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The short second life of Bree Tanner

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It’s a testament to just how addictive Stephenie Meyer’s Twilight saga is for fans that a short novella about a fleeting character in one of the books instantly goes to the top of the bestseller list.

Just as the title says, this is about the short second life Bree Tanner, a fifteen-year-old girl “turned” by villain Victoria as part of the newborn vampire army she creates to attack the Cullens and Bella.

Told in the first person, Bree is struggling to understand what her role is in the vampire group she’s found herself in. She doesn’t know her maker’s name (readers of course know it’s Victoria), and her world is one of aggression and violence as the undisciplined newborns regularly tear each other apart.

In this brutal environment, she befriends Diego, and together they try to separate the lies from the facts about what it means to be a vampire – and what their “leaders” have in store for them.

For me, just as interesting as the story, is the exercise by Stephenie Meyer of exploring the back story of a peripheral character.

Meyer openly admits she began to care for Bree once she started on the back story (which she started during the editing phase of Eclipse at the suggestion of her editor), and wished she’d given Bree a different ending.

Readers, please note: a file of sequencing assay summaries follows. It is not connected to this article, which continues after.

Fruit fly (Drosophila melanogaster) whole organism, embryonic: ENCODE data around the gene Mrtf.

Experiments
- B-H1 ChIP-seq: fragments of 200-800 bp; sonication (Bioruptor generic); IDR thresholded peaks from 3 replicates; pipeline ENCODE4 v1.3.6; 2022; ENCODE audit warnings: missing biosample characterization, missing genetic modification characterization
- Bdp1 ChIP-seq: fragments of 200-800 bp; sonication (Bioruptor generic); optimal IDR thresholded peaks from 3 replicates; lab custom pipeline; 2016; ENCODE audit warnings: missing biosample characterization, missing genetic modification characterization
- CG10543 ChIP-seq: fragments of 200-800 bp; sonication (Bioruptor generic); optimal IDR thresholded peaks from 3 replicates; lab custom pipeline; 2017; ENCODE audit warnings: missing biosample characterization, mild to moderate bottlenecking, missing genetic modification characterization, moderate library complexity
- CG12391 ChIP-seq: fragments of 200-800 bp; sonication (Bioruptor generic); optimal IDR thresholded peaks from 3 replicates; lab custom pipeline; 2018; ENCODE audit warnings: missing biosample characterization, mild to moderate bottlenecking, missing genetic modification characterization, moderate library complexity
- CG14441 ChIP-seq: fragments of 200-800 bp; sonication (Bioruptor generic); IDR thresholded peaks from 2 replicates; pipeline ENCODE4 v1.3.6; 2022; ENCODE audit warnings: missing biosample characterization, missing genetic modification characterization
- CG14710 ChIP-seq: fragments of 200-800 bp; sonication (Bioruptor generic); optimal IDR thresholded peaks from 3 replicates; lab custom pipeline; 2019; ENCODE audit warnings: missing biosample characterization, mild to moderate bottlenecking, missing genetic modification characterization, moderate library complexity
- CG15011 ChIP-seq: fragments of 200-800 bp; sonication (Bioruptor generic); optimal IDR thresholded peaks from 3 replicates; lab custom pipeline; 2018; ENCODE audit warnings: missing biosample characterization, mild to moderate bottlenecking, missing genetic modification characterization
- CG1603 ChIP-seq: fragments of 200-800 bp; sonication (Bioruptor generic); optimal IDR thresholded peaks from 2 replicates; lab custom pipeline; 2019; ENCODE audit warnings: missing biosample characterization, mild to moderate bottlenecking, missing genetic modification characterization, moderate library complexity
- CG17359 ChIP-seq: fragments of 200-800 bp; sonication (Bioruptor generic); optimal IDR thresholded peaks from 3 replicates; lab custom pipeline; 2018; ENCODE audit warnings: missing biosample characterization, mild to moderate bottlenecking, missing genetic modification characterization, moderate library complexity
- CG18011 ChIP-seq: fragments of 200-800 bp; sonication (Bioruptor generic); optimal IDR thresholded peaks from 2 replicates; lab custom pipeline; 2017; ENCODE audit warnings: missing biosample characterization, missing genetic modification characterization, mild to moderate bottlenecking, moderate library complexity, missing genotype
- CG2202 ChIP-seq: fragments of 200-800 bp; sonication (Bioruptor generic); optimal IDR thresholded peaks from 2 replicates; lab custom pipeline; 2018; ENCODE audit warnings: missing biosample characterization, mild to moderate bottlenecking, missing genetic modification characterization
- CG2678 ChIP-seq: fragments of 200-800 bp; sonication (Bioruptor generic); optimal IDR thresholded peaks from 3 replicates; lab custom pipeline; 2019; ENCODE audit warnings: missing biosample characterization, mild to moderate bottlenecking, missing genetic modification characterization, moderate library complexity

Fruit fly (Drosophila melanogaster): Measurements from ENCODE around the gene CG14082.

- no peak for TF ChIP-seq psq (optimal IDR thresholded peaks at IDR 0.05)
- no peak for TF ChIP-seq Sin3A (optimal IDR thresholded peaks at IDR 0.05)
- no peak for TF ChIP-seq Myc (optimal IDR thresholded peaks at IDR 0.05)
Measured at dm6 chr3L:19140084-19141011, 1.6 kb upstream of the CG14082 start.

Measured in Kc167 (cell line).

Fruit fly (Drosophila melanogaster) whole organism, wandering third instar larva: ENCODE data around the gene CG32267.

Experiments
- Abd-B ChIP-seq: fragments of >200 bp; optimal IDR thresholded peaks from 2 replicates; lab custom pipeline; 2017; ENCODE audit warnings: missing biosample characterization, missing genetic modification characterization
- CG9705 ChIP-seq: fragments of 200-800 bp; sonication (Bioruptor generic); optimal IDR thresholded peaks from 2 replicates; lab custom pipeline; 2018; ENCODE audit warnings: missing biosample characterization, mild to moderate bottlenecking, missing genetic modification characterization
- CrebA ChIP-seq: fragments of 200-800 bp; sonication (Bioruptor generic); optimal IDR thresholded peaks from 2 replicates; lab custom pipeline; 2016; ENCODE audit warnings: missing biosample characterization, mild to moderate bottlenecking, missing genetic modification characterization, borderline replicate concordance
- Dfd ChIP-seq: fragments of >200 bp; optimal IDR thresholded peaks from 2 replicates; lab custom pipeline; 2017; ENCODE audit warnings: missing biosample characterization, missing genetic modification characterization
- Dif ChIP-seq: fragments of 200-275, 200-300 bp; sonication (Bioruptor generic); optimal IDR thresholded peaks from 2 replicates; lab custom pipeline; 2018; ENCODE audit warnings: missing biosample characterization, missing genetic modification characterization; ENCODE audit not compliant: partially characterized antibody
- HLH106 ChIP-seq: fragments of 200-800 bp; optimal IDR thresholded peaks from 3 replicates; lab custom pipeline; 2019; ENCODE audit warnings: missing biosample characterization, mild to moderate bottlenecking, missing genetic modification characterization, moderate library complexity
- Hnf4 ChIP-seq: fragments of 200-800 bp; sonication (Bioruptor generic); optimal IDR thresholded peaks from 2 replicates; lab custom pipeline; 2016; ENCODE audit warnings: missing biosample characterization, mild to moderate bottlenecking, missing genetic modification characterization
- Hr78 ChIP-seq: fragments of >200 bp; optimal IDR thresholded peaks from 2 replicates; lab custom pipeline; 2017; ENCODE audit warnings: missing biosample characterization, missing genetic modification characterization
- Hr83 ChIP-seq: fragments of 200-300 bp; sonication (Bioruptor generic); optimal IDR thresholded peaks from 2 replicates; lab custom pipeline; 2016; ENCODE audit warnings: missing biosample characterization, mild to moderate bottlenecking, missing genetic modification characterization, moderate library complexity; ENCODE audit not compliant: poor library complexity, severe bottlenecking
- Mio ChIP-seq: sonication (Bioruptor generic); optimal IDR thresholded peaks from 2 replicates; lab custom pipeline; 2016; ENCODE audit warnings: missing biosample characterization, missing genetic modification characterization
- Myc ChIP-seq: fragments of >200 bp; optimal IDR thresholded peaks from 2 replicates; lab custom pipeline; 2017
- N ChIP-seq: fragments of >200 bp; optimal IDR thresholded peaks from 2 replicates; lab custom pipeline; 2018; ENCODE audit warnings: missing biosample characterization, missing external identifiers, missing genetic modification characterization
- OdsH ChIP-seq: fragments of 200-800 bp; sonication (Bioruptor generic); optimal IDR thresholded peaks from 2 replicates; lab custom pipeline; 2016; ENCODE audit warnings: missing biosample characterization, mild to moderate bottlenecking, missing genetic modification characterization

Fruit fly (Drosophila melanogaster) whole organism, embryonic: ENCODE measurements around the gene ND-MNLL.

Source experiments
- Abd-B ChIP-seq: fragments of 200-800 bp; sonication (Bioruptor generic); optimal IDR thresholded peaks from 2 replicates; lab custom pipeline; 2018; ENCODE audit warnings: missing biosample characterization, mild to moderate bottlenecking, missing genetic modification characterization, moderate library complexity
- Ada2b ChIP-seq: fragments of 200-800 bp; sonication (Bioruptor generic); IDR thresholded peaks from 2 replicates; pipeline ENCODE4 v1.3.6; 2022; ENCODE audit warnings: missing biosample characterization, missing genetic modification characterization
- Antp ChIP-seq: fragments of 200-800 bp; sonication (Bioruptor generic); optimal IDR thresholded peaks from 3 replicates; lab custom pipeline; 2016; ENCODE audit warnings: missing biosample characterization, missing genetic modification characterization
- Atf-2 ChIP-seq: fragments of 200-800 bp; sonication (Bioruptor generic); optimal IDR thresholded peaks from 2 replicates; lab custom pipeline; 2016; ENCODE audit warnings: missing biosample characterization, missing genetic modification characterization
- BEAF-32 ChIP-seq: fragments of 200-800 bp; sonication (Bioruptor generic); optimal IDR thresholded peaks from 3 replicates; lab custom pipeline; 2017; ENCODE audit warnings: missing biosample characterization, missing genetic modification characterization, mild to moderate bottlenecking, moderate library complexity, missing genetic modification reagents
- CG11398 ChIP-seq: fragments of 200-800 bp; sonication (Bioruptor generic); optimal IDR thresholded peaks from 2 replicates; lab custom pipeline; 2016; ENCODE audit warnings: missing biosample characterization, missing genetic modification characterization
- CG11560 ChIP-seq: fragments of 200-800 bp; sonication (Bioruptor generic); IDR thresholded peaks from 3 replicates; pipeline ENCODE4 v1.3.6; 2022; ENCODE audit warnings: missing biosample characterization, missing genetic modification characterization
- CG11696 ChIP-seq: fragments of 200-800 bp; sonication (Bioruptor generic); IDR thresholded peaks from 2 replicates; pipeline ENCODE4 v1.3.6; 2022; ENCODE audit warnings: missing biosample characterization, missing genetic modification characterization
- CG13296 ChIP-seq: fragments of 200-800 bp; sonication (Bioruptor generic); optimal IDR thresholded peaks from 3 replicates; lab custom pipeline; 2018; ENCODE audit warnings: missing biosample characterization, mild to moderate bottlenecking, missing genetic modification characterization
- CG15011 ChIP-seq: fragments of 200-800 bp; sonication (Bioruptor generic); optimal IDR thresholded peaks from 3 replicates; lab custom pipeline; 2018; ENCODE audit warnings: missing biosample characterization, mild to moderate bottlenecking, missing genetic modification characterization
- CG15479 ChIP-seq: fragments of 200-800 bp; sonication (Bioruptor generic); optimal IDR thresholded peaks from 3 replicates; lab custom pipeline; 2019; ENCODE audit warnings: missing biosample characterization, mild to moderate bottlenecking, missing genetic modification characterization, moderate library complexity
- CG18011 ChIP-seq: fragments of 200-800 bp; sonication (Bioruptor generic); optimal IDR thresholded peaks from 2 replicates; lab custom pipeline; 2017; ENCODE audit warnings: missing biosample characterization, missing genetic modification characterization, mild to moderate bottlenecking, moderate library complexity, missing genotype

It’s one of the reasons I think Meyer’s stories are held so closely to the hearts of readers: she loves her characters (especially narrative characters) and it comes through on every page. It’s just as much the case for Bree as it is for Bella.

It certainly works as an addition to the Twilight canon (and prompts a re-read of the corresponding chapters in Eclipse).

An interesting exercise would be to have someone who hasn’t read the Twilight books read it, and judge it on its merits … but anyone who hasn’t read the other four (or even the first three) is unlikely to be curious enough to pick it up.

I’m interested to hear from fans who’ve read the new release, and see what they think.

(By the way I love the cover.)

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Twilight series – the verdict

Originally posted on Great Stories, 18 September 2008

Given that the web is awash with reviews and comments about Stephenie Meyer’s Twilight series, it seems almost superfluous for me to weigh in to the discussion.

However, I’ve spent more than 2,300 pages and the past three weeks working my way through the four books, so to not discuss them would seem a waste!

Now, I know people either love or hate this series, so I’ll say upfront I generally enjoyed the overall experience (and yes, I hear the ink-stained toe-poker howl in pain).

For me the first book, Twilight, remains the best from a tight storytelling perspective (perhaps not surprisingly, it is also the shortest). New Moon and Eclipse develop the mythology and progress the story arcs that all come together Breaking Dawn, the fourth book.